Different county officials loaned her apparel to disguise herself as a rescue worker but assumed she would stay behind police lines.
"They didn't intend it, but their combined donations of attire allowed me to pass through the security gate," she wrote.
Grady County District Attorney Robert "Gene" Christian said that he was "appalled" after reading Moore's story, adding that impersonation of a firefighter is a misdemeanor. Chickasha (pop. 14,988) is the Grady County seat.
"I talked to a county commissioner who was not aware that she was using those items [boots, hats, rain gear] in that way," Christian said. "My office told her editor that I found the story disgusting," Christian said.
The D.A. said that if Oklahoma City were under his jurisdiction, he would have filed criminal charges against the reporter.
The newspaper's managing editor, Kent Bush, said that while he did read the story before publication, he "understood what she was trying to say."
Later, he gave Moore a reprimand for her crossing of police lines. But Bush emphasized that Moore had done nothing wrong and was only doing her job in the midst of a disaster site.
"This is blown out of proportion," he said. "When the emotions of the event are gone, people will see that this was no big deal," Bush said.
The editor said that he is concerned, however, about the impact the article had on the community.
"I feel used and abused," said Crabb. "I trusted that paper, and that trust is not there anymore."
According to Crabb, he allowed Moore to accompany his rescue team because she had been covering his office closely for previous stories. He said he was told that Moore would write about the Grady County team's role in responding.
"I think it stinks. She did not show any respect for anybody," Crabb said.
Moore, a reporter at the paper for about six months, and, before that, an employee at radio stations in Oklahoma, Texas and Louisiana, said she has learned from this experience.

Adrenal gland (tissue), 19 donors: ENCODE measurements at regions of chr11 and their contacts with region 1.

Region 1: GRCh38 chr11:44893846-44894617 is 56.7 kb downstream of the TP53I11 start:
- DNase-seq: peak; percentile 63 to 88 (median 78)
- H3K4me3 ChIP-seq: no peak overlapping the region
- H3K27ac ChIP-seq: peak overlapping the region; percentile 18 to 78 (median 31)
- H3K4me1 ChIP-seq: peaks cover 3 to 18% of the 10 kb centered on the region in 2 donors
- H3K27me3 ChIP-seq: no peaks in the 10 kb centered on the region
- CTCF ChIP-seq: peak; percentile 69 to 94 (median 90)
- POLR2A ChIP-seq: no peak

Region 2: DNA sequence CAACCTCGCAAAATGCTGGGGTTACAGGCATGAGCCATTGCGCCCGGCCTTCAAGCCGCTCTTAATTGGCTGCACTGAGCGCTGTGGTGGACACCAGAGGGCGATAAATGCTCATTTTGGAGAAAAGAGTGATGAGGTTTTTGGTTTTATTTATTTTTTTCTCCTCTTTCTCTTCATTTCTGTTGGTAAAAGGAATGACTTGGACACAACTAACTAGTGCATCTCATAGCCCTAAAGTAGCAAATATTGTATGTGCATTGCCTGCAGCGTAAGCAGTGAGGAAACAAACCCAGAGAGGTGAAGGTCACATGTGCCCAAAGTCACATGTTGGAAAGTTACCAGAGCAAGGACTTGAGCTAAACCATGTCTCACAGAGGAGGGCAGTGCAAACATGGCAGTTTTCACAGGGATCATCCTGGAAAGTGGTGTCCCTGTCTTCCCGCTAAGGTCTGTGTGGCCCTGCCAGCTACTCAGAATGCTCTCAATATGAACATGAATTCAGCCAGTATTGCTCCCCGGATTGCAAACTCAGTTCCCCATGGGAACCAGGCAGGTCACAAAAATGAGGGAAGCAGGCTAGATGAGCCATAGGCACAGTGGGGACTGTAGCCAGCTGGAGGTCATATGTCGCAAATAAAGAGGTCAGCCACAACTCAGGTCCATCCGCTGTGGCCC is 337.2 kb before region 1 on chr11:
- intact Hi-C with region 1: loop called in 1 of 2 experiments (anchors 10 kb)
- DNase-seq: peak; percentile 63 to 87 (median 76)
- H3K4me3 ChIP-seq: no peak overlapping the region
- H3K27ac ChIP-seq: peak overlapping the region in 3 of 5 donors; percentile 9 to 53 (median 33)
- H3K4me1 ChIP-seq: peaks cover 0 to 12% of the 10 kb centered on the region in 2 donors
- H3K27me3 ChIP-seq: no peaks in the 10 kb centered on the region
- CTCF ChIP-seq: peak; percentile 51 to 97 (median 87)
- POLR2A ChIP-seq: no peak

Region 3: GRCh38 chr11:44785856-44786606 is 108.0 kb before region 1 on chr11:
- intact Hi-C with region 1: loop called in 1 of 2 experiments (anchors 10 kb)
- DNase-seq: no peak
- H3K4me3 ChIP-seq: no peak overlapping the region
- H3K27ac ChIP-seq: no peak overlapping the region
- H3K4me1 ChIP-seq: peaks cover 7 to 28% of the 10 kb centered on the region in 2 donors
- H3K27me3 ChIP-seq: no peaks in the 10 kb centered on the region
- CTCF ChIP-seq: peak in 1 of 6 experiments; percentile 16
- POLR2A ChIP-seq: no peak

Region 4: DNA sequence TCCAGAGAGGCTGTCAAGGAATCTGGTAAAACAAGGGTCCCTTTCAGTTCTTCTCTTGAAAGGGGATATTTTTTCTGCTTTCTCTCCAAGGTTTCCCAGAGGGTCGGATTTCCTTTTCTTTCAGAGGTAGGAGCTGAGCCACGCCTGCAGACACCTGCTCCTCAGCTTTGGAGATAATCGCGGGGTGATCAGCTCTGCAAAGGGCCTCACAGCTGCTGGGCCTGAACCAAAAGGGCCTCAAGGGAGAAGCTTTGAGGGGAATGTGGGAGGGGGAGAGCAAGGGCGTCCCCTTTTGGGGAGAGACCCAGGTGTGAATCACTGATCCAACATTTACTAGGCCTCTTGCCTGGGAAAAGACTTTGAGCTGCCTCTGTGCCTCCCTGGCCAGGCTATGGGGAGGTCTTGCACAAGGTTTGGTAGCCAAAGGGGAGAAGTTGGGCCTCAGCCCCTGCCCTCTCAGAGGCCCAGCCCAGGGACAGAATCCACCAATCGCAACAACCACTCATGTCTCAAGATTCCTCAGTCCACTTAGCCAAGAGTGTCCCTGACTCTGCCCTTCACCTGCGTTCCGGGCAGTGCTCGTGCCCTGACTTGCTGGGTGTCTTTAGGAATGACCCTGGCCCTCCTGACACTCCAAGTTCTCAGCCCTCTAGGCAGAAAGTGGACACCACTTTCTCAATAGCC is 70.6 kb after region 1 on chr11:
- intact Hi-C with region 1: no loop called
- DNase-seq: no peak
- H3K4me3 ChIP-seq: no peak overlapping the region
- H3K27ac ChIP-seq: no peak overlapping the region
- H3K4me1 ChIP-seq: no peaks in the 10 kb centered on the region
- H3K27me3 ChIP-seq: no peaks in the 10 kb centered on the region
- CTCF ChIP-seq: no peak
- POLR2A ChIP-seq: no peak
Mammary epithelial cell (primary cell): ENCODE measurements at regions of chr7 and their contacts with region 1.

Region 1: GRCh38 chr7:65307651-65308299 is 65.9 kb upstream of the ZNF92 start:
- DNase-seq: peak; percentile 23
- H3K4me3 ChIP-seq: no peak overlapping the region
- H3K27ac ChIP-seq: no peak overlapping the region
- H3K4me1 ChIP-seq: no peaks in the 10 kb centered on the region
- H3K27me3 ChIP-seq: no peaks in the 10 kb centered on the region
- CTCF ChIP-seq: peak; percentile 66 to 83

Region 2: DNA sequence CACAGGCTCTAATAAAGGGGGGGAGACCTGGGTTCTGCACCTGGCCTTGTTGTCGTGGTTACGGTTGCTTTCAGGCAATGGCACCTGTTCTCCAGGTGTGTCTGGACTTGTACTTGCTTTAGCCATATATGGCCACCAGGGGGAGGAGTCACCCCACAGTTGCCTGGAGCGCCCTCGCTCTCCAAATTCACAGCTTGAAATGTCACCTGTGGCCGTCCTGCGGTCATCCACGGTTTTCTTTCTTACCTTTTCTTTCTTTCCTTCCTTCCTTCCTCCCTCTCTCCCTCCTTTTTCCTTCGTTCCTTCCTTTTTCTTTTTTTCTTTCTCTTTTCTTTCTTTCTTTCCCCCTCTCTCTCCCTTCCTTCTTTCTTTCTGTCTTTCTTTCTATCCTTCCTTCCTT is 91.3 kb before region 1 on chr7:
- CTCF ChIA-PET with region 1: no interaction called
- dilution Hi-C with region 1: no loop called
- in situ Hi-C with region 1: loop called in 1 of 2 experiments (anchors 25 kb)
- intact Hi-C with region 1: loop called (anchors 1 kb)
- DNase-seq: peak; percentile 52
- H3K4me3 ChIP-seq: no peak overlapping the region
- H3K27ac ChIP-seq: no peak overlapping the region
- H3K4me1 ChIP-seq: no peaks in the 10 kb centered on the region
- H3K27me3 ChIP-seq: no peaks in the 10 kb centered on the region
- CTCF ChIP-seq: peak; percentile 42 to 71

"I had to get in, to get a picture," Moore said. "As a reporter and a citizen. Stress ? and the need for a story ? spurred the article. I was overwhelmed and lacked focus," she said this week.
"I mourn for my poor judgment and will use this as a learning experience. But I didn't do anybody any harm. I just wrote from my emotions," Moore said. Moore's apology, however, did not ring true with Karen Goodwin, editor of the Rush Springs Gazette, a weekly newspaper located south of Chickasha in Grady County.
In her April 27 edition, Goodwin blasted Moore's reporting as "unethical" and "giving a black eye to the profession.
"I'm outraged at her," Goodwin wrote. "Reporters are supposed to do their reporting with honesty and compassion and without breaking the law."
?(The Alfred P. Murrah federal building sits in ruins April 19, shortly after a bomb blast tore through it. In the hours immediately following the explosion, a reporter for the Chickasha Daily Express, posing as a rescue worker, crossed police lines. Her subsequent reporting of her ruse has brought criticism from her journalistic colleagues.) [Photo & Picture]